The Massachusetts Institute of Technology is one of the most respected higher education institutions in the United States, and until just a few weeks ago, its edgy Media Lab was considered one of the most innovative research programs creating what it calls “disruptive technologies.”
But the $7.5 million in donations it received with the help of financier and convicted sex offender Jeffrey Epstein, who last month committed suicide while awaiting trial on sex trafficking charges in a Manhattan prison cell, is the real disruptor.
MIT Media Lab founder and professor Joi Ito has resigned after accepting the donations, as have several other professors connected with the scandal. Some students and faculty are even demanding the ouster of MIT president Rafael Reif. After first denying any involvement with the Epstein money, Reif finally admitted approving the donation—and demanding it be anonymous—then signing a thank you letter to the pedophile.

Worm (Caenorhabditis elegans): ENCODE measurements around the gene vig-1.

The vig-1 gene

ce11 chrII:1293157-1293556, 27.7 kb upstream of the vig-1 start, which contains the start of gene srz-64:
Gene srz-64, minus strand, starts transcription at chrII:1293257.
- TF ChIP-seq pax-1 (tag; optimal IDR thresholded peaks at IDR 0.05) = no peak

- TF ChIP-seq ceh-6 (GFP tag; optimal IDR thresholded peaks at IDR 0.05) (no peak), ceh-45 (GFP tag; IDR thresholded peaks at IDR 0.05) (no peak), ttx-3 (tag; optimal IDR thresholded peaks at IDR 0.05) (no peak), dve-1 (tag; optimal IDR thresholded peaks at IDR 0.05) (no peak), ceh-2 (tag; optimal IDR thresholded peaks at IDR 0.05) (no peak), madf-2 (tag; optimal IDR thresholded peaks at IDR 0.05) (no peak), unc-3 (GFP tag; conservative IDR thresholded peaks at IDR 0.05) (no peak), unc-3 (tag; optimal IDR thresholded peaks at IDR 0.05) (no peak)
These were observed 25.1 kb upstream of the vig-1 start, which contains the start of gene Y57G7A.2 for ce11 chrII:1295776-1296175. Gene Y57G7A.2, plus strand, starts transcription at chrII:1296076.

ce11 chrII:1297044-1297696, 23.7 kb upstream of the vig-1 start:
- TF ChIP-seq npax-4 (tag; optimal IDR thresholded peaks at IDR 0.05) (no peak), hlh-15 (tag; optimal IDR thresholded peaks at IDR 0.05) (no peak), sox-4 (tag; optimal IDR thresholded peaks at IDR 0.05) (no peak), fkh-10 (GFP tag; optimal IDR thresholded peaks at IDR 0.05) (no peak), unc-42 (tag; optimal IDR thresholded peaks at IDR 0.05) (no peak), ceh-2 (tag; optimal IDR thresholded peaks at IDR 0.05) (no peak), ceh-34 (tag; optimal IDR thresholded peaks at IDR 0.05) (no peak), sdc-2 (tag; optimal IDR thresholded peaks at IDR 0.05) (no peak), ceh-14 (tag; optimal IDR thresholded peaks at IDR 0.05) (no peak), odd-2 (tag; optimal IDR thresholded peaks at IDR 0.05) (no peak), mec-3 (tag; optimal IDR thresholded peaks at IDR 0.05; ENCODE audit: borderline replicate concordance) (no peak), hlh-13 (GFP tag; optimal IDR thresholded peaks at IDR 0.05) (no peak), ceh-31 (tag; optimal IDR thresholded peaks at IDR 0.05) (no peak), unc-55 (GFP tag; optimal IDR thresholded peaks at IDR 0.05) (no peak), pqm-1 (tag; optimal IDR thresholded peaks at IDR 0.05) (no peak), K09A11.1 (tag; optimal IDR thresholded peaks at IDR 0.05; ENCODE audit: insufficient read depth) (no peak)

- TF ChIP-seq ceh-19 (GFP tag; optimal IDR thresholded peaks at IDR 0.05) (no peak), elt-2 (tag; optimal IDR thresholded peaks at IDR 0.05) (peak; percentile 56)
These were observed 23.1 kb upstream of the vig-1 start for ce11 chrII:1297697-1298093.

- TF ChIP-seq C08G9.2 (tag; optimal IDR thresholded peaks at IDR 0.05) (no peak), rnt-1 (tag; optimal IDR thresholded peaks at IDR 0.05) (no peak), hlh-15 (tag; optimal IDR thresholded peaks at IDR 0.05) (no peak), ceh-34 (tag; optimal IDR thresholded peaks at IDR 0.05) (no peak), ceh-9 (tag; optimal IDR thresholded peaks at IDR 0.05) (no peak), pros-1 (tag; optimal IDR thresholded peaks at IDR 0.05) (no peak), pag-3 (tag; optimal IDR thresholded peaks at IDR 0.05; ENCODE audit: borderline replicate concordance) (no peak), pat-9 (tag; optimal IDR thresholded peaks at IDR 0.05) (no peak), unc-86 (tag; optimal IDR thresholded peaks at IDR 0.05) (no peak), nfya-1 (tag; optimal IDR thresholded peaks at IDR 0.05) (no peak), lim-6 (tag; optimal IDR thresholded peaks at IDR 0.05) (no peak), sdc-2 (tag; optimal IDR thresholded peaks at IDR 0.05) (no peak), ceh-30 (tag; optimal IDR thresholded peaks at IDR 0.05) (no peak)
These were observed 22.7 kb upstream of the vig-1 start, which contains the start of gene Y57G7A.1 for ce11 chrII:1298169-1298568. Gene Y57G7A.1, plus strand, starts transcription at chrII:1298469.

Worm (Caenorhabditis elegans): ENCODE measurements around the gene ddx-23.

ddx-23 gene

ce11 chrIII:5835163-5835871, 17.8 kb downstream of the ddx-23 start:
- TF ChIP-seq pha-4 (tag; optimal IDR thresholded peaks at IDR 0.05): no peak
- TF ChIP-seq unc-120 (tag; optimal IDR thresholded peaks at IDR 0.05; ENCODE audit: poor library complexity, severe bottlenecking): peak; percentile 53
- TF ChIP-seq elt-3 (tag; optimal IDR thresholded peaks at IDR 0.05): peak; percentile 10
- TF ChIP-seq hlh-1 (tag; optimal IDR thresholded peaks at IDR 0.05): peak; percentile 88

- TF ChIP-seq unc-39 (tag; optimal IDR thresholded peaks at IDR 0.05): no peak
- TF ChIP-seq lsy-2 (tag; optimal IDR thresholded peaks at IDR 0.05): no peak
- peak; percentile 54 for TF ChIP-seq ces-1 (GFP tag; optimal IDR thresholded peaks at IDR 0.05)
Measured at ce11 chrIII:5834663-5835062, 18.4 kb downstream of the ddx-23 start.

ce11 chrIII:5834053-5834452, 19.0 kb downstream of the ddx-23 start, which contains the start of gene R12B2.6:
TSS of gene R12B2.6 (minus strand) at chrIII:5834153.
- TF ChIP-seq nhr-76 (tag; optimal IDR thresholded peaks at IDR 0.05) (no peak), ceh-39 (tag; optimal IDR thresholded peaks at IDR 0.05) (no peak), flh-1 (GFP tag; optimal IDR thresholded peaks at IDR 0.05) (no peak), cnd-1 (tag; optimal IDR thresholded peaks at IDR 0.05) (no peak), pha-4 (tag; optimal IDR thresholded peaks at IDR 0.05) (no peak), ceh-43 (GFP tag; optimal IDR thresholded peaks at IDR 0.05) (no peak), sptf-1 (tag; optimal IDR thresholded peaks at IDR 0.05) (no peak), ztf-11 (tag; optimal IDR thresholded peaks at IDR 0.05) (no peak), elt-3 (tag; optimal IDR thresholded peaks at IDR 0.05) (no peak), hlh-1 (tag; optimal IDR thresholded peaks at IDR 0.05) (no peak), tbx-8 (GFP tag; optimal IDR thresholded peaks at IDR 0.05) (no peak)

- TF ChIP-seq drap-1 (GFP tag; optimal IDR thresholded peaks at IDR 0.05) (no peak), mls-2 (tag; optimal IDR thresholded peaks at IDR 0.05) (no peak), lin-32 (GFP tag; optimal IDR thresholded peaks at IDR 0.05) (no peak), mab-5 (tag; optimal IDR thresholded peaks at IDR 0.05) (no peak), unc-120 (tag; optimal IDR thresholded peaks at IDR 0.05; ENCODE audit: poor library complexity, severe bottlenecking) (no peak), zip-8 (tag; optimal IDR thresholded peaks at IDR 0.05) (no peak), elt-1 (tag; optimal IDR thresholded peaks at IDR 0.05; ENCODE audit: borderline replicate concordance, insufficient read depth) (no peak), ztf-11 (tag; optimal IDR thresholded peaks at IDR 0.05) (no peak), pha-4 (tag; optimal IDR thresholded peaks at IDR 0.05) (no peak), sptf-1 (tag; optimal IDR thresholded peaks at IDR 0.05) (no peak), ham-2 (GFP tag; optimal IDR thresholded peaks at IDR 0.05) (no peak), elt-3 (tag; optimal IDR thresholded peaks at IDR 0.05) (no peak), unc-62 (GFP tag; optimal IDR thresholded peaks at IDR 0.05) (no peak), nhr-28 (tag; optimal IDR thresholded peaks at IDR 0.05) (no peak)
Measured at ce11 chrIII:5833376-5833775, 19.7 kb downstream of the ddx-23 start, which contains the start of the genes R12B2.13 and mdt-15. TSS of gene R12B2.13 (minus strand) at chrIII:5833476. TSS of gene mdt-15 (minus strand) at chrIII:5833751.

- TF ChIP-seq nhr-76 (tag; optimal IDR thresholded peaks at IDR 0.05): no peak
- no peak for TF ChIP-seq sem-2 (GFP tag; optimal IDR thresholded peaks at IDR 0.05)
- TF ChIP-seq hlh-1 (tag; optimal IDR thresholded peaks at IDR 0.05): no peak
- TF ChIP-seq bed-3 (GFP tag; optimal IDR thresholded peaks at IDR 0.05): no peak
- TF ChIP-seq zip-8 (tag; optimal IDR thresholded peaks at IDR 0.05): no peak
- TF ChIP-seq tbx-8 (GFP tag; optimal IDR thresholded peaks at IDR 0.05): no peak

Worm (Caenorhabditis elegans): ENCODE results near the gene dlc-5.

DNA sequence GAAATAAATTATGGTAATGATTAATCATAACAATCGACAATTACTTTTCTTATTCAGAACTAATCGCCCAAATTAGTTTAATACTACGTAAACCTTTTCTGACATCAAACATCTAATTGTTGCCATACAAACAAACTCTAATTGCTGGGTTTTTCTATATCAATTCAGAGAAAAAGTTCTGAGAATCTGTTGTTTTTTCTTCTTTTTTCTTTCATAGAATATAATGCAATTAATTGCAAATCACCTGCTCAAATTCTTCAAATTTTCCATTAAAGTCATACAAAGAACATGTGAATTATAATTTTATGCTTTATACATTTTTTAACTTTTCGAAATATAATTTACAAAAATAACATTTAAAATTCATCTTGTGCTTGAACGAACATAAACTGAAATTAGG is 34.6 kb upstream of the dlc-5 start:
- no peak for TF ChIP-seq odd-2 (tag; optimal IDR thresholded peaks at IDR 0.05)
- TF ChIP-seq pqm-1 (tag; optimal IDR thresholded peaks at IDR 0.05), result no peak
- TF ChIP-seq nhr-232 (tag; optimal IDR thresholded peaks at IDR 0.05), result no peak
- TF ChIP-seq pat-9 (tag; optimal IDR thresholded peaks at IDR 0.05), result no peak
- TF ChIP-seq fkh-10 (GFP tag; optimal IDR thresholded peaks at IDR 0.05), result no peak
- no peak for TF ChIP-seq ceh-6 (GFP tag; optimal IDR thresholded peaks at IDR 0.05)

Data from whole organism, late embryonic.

It’s now debatable whether the Media Lab will survive the scandal, and the cover-up is being widely condemned. “The notion that the way to handle a gift from Epstein was to anonymize it is appalling,” says Phil Buchanan, president of The Center for Effective Philanthropy. “If the instinct is to want to hide something, that’s almost always a sign it’s the wrong thing to do.”
The Epstein MIT scandal is just the most recent—and flagrant—example of the type of toxic philanthropy that increasingly pervades the nonprofit world and threatens to turn it upside down.
In the past, taking tainted money wasn’t particularly controversial, even though those in the nonprofit world knew it could be a way for the wealthy to launder somewhat sordid, even criminal, reputations.
Continue reading my Worth article to find whats changed–and who are the top ten toxic philanthropists.